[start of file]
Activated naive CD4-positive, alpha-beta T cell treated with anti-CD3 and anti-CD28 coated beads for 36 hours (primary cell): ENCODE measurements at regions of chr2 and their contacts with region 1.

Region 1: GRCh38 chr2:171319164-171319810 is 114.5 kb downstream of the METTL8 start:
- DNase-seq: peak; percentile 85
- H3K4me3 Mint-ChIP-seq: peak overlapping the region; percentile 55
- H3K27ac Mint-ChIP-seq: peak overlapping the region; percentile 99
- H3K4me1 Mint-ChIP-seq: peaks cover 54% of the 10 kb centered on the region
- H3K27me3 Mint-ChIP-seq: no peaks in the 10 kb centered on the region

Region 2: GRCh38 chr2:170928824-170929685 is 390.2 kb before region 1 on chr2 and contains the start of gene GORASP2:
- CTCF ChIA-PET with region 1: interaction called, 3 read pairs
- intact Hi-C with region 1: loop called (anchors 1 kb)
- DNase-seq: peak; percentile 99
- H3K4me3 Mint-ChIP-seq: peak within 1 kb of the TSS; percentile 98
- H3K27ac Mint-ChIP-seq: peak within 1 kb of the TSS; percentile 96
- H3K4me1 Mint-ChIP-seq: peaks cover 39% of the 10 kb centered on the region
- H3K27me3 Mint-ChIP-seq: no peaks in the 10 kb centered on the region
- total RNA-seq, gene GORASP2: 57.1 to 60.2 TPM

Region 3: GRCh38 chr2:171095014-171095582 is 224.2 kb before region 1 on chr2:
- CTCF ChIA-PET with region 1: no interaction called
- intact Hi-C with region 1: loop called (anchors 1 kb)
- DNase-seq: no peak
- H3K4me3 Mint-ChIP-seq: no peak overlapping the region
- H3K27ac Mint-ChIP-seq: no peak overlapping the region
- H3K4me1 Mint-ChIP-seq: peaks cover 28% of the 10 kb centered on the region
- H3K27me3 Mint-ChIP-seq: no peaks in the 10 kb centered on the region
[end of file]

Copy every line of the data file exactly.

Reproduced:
Activated naive CD4-positive, alpha-beta T cell treated with anti-CD3 and anti-CD28 coated beads for 36 hours (primary cell): ENCODE measurements at regions of chr2 and their contacts with region 1.

Region 1: GRCh38 chr2:171319164-171319810 is 114.5 kb downstream of the METTL8 start:
- DNase-seq: peak; percentile 85
- H3K4me3 Mint-ChIP-seq: peak overlapping the region; percentile 55
- H3K27ac Mint-ChIP-seq: peak overlapping the region; percentile 99
- H3K4me1 Mint-ChIP-seq: peaks cover 54% of the 10 kb centered on the region
- H3K27me3 Mint-ChIP-seq: no peaks in the 10 kb centered on the region

Region 2: GRCh38 chr2:170928824-170929685 is 390.2 kb before region 1 on chr2 and contains the start of gene GORASP2:
- CTCF ChIA-PET with region 1: interaction called, 3 read pairs
- intact Hi-C with region 1: loop called (anchors 1 kb)
- DNase-seq: peak; percentile 99
- H3K4me3 Mint-ChIP-seq: peak within 1 kb of the TSS; percentile 98
- H3K27ac Mint-ChIP-seq: peak within 1 kb of the TSS; percentile 96
- H3K4me1 Mint-ChIP-seq: peaks cover 39% of the 10 kb centered on the region
- H3K27me3 Mint-ChIP-seq: no peaks in the 10 kb centered on the region
- total RNA-seq, gene GORASP2: 57.1 to 60.2 TPM

Region 3: GRCh38 chr2:171095014-171095582 is 224.2 kb before region 1 on chr2:
- CTCF ChIA-PET with region 1: no interaction called
- intact Hi-C with region 1: loop called (anchors 1 kb)
- DNase-seq: no peak
- H3K4me3 Mint-ChIP-seq: no peak overlapping the region
- H3K27ac Mint-ChIP-seq: no peak overlapping the region
- H3K4me1 Mint-ChIP-seq: peaks cover 28% of the 10 kb centered on the region
- H3K27me3 Mint-ChIP-seq: no peaks in the 10 kb centered on the region